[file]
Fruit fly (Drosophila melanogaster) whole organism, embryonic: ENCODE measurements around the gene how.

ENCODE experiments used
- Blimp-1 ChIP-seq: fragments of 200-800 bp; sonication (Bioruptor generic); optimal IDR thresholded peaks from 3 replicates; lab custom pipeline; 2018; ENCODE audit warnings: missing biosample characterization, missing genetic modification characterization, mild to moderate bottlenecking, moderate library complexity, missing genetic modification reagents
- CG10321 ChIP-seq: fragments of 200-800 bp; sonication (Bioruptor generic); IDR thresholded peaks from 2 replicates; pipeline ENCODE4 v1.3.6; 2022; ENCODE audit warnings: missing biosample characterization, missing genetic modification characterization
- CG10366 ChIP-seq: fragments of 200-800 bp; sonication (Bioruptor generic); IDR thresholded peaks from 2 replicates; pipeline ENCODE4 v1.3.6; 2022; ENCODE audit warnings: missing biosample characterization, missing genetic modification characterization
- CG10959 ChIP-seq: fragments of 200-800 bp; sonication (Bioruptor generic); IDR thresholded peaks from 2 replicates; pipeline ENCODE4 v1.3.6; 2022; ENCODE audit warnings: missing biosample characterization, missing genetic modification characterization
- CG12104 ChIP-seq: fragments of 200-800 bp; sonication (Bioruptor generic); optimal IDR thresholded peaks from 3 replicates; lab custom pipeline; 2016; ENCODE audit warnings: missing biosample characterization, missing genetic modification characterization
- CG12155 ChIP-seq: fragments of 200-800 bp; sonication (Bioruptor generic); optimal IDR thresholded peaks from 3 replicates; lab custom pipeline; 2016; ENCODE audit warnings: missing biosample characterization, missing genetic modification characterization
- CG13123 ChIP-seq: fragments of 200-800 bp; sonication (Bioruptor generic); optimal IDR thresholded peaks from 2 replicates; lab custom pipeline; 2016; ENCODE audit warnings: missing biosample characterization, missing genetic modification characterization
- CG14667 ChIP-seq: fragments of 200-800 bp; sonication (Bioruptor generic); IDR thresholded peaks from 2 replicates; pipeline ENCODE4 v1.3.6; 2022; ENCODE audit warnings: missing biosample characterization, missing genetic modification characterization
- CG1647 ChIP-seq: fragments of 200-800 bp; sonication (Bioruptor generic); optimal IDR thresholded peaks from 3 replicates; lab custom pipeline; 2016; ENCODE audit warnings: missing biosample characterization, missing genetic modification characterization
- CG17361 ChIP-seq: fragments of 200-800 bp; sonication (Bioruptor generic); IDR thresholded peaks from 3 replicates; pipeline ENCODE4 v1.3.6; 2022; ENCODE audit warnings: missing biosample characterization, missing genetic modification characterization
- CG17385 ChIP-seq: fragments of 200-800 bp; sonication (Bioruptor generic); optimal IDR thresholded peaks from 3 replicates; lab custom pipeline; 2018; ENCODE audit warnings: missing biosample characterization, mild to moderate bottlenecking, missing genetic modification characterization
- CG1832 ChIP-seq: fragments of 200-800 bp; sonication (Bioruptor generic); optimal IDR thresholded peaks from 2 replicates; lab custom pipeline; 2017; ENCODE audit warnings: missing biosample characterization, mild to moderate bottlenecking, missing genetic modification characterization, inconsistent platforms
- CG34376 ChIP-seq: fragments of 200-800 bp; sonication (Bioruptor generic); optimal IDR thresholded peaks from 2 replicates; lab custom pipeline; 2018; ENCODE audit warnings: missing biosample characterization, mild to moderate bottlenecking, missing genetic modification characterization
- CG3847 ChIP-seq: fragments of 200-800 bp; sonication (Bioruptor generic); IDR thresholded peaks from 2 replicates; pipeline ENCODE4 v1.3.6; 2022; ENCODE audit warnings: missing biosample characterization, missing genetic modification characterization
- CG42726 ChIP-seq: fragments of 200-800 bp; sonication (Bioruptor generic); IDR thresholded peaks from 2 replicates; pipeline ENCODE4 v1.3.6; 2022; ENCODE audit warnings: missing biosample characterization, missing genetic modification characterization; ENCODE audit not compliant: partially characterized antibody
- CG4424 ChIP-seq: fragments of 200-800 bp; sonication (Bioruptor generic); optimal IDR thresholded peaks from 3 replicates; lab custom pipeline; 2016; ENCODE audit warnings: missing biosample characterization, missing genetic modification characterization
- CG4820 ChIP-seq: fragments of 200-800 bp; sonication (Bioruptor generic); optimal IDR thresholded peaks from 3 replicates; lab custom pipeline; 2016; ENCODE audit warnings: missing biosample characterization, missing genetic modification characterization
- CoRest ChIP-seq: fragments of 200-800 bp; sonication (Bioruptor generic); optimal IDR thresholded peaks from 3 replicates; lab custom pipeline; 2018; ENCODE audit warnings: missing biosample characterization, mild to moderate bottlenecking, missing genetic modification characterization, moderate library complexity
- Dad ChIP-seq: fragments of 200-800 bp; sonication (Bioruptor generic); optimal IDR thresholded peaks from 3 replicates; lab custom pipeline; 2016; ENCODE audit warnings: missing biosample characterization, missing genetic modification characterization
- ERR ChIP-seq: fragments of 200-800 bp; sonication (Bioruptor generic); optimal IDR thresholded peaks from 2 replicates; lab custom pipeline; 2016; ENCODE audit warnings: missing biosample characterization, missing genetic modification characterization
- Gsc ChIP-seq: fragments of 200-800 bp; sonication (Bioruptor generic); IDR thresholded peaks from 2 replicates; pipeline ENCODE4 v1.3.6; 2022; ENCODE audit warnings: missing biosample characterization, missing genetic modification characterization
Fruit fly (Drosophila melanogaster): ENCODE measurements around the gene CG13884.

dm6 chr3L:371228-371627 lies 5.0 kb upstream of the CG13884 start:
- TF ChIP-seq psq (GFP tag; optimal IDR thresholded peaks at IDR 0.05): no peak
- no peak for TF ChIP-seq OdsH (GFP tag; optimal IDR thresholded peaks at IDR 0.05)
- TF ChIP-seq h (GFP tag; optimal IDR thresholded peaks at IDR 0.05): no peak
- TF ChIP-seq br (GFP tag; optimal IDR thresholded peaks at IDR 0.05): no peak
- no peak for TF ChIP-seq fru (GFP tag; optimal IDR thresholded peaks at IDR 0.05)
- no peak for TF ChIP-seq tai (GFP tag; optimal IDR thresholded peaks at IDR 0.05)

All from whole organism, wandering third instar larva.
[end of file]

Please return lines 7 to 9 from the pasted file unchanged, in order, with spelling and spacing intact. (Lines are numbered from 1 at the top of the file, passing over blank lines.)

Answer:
- CG12104 ChIP-seq: fragments of 200-800 bp; sonication (Bioruptor generic); optimal IDR thresholded peaks from 3 replicates; lab custom pipeline; 2016; ENCODE audit warnings: missing biosample characterization, missing genetic modification characterization
- CG12155 ChIP-seq: fragments of 200-800 bp; sonication (Bioruptor generic); optimal IDR thresholded peaks from 3 replicates; lab custom pipeline; 2016; ENCODE audit warnings: missing biosample characterization, missing genetic modification characterization
- CG13123 ChIP-seq: fragments of 200-800 bp; sonication (Bioruptor generic); optimal IDR thresholded peaks from 2 replicates; lab custom pipeline; 2016; ENCODE audit warnings: missing biosample characterization, missing genetic modification characterization